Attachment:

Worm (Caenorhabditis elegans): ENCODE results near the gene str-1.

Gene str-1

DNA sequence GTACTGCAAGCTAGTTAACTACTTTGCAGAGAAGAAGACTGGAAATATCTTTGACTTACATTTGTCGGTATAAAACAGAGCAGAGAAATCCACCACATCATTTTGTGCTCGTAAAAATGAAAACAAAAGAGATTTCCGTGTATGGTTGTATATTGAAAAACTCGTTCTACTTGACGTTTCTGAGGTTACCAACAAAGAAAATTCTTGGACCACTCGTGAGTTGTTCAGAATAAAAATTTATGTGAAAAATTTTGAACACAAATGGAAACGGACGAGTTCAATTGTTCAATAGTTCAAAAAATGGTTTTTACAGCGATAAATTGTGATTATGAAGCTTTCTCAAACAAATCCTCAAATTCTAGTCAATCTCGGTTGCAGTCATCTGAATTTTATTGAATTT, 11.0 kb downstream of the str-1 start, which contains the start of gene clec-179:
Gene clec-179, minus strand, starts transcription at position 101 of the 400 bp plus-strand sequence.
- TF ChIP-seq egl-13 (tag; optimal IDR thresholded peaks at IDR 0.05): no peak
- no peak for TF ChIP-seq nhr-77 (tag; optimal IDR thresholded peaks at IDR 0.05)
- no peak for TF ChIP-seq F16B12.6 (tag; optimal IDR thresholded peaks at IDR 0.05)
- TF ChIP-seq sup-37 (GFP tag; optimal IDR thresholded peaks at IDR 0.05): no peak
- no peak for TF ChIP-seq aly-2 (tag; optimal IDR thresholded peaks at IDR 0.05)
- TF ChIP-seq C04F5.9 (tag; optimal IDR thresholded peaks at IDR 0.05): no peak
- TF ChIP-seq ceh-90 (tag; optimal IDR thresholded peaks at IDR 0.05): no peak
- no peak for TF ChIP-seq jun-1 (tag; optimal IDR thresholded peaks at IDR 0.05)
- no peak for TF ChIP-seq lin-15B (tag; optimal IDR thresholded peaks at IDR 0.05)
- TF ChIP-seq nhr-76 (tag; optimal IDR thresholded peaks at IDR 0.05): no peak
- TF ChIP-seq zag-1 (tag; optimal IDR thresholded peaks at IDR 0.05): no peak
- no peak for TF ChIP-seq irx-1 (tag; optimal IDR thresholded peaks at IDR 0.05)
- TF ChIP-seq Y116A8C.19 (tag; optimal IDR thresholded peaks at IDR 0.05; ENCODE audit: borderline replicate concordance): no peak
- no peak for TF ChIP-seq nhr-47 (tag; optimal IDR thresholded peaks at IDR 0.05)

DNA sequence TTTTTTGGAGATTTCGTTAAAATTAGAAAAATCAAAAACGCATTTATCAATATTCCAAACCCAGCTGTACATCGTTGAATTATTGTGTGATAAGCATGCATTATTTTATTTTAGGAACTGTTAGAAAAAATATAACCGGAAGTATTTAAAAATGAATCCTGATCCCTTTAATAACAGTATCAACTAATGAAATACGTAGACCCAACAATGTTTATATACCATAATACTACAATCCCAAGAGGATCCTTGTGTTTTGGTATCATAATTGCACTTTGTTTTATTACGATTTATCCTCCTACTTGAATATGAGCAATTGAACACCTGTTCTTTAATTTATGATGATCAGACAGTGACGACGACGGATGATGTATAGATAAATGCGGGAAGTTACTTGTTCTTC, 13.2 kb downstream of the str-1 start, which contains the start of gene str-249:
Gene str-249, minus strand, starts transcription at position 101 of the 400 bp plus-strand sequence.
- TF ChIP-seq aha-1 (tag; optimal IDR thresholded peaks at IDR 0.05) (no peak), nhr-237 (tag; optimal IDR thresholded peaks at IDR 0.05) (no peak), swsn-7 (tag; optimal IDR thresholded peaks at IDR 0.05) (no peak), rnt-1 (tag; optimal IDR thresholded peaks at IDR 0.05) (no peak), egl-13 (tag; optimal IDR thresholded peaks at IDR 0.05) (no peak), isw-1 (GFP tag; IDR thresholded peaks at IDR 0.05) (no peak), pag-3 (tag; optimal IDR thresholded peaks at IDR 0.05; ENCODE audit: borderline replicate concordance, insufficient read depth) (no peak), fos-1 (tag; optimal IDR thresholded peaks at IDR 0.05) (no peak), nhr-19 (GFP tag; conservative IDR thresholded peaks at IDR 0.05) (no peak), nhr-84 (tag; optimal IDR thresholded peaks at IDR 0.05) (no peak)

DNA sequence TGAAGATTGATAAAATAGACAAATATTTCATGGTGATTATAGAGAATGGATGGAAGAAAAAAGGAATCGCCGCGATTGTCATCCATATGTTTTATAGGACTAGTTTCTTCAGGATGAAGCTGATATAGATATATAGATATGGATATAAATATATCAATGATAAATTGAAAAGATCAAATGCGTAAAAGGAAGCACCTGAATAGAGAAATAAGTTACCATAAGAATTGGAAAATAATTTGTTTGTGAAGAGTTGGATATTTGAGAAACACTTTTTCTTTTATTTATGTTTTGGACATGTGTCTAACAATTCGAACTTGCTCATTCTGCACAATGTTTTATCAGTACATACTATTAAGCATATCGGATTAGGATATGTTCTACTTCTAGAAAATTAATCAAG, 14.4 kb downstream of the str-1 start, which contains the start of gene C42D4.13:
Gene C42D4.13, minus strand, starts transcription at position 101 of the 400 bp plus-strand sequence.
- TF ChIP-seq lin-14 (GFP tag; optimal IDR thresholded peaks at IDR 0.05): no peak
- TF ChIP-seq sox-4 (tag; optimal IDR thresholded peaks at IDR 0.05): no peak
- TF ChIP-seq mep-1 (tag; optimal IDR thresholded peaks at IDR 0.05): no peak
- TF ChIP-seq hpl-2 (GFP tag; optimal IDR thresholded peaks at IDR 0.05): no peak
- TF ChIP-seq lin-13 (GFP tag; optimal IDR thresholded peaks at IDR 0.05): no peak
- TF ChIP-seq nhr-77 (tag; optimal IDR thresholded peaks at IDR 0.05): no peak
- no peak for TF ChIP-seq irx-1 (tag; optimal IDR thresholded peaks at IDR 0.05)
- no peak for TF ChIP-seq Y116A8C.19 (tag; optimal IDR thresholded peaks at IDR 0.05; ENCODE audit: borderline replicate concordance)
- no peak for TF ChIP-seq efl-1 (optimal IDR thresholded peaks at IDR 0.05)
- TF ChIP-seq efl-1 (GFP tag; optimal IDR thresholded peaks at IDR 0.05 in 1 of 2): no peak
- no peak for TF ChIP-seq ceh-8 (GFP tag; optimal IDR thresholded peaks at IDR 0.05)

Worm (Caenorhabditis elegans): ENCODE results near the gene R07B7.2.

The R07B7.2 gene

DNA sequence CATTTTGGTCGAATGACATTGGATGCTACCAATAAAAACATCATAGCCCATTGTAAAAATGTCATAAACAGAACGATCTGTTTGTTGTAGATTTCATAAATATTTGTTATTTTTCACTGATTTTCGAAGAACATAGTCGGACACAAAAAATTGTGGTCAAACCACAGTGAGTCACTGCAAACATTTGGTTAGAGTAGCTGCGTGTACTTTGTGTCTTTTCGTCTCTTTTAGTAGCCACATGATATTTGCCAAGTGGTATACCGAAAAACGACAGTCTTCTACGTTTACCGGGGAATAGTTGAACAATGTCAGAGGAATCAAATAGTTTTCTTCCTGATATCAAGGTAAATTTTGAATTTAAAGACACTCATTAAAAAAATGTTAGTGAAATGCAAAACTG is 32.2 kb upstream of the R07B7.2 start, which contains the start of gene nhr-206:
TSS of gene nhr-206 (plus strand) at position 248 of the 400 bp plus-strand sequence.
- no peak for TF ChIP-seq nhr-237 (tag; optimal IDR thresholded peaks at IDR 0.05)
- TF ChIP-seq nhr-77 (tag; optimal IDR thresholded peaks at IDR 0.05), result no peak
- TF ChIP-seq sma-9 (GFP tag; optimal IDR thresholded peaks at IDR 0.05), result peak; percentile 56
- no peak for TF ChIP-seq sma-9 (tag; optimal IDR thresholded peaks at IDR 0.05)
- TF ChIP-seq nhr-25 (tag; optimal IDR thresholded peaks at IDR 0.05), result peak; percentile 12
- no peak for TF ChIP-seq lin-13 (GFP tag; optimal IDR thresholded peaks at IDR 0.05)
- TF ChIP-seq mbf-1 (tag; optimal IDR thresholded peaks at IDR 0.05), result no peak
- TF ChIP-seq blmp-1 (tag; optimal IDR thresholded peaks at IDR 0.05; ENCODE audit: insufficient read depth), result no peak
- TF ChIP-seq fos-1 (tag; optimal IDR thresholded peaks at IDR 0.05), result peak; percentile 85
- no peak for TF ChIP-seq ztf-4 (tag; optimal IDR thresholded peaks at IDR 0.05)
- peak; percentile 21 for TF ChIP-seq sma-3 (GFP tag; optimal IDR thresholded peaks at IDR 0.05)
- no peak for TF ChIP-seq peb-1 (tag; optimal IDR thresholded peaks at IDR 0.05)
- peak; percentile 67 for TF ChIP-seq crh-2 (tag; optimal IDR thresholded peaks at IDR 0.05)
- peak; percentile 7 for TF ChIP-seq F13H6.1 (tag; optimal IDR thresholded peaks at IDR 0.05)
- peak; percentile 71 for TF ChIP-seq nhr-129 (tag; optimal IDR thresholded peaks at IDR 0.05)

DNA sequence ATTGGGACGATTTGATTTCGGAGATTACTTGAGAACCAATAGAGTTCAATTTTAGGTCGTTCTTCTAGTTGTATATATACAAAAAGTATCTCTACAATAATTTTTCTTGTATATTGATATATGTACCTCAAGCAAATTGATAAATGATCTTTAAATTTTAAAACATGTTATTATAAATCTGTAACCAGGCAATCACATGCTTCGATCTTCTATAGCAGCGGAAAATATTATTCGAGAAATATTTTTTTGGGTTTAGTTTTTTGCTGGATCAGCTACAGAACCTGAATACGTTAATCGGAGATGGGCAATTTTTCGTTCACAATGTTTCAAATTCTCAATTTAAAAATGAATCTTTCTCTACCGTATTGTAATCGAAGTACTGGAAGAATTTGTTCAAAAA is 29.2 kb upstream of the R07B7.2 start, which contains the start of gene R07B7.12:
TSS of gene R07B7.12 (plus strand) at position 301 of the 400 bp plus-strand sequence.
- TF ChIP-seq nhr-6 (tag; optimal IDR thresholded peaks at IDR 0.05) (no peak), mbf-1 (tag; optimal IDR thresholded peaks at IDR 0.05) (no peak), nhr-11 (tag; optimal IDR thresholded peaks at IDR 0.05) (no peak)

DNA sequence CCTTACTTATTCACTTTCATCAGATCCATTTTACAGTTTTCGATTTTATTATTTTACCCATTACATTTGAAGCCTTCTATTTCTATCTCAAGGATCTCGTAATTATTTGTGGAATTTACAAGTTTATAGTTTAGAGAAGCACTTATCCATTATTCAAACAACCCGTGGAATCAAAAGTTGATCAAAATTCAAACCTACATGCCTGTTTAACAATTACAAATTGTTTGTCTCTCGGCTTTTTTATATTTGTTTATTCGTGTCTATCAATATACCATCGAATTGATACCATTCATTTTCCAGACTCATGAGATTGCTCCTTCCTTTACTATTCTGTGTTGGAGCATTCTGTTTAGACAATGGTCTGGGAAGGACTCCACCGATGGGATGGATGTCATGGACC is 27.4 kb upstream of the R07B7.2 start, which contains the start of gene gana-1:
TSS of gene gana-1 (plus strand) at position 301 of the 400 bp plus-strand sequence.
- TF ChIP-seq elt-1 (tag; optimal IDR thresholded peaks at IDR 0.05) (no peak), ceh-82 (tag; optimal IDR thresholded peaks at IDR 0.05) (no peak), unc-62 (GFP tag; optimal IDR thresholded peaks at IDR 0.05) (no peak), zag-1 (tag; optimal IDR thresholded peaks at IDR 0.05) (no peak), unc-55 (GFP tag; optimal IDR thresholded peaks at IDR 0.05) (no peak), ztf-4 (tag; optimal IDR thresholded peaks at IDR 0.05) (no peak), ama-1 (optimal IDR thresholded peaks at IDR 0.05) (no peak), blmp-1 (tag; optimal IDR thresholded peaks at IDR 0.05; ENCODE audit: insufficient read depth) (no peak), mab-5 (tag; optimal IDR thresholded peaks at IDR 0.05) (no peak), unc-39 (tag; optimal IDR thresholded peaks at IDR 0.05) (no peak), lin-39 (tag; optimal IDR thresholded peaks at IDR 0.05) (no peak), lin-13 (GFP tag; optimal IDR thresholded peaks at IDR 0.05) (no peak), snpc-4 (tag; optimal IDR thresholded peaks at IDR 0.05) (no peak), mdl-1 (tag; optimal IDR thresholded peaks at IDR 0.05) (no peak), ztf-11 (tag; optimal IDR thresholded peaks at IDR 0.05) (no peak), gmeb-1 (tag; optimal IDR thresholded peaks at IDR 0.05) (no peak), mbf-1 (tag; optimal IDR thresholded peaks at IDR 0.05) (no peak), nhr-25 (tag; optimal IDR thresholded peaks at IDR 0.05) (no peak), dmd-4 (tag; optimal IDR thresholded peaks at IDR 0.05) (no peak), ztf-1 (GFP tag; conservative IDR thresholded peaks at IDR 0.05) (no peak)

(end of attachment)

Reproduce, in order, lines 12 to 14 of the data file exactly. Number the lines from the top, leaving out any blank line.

- no peak for TF ChIP-seq jun-1 (tag; optimal IDR thresholded peaks at IDR 0.05)
- no peak for TF ChIP-seq lin-15B (tag; optimal IDR thresholded peaks at IDR 0.05)
- TF ChIP-seq nhr-76 (tag; optimal IDR thresholded peaks at IDR 0.05): no peak